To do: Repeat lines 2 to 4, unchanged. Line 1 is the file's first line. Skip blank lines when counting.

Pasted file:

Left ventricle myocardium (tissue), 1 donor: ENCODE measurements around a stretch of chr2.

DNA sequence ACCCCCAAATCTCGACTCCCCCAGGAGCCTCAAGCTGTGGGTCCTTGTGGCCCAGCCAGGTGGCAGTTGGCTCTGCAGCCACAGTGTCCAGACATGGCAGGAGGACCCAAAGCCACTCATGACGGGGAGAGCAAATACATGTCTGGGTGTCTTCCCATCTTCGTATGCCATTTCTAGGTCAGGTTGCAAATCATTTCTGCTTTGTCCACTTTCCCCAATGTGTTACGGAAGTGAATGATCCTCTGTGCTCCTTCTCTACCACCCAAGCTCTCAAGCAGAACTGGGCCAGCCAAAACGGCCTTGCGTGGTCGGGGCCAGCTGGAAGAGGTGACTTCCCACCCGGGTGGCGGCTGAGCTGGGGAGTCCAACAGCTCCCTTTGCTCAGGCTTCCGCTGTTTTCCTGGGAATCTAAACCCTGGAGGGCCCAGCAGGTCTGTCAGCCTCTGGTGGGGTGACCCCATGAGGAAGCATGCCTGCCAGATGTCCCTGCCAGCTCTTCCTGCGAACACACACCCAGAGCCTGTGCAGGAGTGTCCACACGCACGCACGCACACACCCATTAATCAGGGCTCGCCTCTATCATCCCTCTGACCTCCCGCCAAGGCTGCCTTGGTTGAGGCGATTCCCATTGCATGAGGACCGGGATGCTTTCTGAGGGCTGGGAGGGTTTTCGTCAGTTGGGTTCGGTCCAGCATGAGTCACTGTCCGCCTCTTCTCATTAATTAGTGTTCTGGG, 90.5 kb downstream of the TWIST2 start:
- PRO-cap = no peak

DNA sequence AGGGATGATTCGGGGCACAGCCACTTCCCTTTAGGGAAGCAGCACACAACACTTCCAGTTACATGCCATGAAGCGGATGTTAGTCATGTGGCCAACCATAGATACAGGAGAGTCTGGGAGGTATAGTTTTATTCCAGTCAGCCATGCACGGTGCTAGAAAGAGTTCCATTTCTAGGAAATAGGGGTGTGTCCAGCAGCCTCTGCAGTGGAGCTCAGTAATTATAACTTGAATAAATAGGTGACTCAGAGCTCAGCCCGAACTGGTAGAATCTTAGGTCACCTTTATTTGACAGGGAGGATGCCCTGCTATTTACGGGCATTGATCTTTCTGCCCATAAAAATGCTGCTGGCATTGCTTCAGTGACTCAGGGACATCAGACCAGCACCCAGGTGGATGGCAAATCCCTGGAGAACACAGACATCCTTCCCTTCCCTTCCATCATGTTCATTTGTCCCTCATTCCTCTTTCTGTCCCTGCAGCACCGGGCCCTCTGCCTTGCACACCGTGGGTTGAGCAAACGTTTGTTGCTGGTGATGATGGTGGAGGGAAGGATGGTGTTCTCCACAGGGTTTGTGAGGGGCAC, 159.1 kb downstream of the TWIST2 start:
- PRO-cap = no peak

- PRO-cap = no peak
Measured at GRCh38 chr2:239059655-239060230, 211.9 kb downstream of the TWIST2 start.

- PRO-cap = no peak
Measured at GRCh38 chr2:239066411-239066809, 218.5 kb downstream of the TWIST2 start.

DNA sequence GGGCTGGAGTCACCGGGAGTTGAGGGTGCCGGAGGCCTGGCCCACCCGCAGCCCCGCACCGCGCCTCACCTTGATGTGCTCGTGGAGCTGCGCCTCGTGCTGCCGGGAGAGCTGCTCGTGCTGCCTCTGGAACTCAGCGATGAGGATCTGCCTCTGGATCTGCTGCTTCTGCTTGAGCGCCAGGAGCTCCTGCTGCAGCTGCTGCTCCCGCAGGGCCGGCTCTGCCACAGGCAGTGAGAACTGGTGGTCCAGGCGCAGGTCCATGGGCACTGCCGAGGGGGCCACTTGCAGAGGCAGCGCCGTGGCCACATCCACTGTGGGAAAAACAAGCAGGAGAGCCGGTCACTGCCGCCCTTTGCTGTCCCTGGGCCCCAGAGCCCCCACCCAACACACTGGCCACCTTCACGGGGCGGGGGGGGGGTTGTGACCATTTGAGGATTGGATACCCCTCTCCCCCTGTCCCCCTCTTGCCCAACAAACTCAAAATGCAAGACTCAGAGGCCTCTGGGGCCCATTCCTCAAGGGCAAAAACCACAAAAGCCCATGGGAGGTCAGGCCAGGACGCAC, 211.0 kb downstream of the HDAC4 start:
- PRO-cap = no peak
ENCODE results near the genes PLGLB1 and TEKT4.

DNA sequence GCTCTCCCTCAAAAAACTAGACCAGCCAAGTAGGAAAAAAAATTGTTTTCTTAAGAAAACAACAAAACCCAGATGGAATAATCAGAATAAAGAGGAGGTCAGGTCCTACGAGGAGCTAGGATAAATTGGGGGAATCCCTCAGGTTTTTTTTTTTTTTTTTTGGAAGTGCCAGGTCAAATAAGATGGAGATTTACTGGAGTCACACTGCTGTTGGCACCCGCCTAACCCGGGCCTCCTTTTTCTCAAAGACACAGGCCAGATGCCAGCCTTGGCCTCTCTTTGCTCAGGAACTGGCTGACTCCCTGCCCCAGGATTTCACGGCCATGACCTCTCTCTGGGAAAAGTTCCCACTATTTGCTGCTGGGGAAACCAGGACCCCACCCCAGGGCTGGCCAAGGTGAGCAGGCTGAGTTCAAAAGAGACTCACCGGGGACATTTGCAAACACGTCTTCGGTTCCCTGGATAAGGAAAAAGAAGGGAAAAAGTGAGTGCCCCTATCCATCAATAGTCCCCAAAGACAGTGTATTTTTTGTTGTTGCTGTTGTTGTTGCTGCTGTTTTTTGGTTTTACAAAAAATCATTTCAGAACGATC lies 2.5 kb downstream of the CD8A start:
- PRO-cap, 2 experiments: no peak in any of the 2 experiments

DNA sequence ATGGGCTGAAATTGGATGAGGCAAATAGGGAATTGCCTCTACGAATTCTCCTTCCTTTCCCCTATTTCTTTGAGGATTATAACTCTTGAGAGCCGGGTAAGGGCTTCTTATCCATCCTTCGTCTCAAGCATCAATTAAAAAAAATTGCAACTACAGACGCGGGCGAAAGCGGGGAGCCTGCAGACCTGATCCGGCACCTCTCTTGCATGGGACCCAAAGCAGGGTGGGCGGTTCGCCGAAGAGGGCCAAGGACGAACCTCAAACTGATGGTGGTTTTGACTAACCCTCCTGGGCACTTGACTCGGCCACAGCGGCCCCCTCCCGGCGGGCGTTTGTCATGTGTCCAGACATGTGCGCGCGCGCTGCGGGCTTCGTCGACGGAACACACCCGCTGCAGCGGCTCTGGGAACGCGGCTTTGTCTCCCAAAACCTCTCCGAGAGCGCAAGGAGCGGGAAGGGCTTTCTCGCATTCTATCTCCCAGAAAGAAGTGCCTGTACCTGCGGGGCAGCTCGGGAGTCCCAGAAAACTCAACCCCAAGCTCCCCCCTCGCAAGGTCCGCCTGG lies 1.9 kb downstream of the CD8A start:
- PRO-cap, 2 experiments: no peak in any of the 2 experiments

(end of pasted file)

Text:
DNA sequence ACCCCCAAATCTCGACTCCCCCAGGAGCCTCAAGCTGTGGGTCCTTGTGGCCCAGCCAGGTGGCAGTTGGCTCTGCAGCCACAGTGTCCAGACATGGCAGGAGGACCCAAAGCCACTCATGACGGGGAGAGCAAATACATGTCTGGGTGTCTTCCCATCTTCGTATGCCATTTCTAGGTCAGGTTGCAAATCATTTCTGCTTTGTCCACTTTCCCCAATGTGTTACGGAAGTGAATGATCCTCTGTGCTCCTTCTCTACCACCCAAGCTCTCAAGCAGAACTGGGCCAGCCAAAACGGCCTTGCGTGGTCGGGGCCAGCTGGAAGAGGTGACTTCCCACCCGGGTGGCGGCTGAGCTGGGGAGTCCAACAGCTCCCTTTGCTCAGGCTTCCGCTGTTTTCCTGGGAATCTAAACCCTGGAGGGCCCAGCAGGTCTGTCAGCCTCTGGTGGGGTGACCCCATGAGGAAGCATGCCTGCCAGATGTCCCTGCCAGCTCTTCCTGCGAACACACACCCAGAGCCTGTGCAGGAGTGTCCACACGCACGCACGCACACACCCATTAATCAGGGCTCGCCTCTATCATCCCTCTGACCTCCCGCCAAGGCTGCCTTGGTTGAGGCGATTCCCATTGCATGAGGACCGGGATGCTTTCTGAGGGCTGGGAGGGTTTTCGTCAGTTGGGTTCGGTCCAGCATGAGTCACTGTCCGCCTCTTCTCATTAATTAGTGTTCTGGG, 90.5 kb downstream of the TWIST2 start:
- PRO-cap = no peak

DNA sequence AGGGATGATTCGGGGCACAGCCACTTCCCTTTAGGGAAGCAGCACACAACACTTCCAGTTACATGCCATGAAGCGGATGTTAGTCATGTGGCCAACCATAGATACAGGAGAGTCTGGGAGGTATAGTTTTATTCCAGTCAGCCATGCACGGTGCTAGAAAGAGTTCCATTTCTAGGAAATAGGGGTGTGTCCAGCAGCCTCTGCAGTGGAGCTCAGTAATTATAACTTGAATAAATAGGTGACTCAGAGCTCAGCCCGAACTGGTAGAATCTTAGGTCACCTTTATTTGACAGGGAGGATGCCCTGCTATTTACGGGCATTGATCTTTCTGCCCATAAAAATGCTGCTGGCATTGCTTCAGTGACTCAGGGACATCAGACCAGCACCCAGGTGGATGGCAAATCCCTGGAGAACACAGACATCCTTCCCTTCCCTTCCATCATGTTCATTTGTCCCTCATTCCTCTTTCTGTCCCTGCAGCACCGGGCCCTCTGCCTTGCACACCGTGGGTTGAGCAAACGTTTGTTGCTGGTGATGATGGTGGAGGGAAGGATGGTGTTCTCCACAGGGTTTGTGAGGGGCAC, 159.1 kb downstream of the TWIST2 start: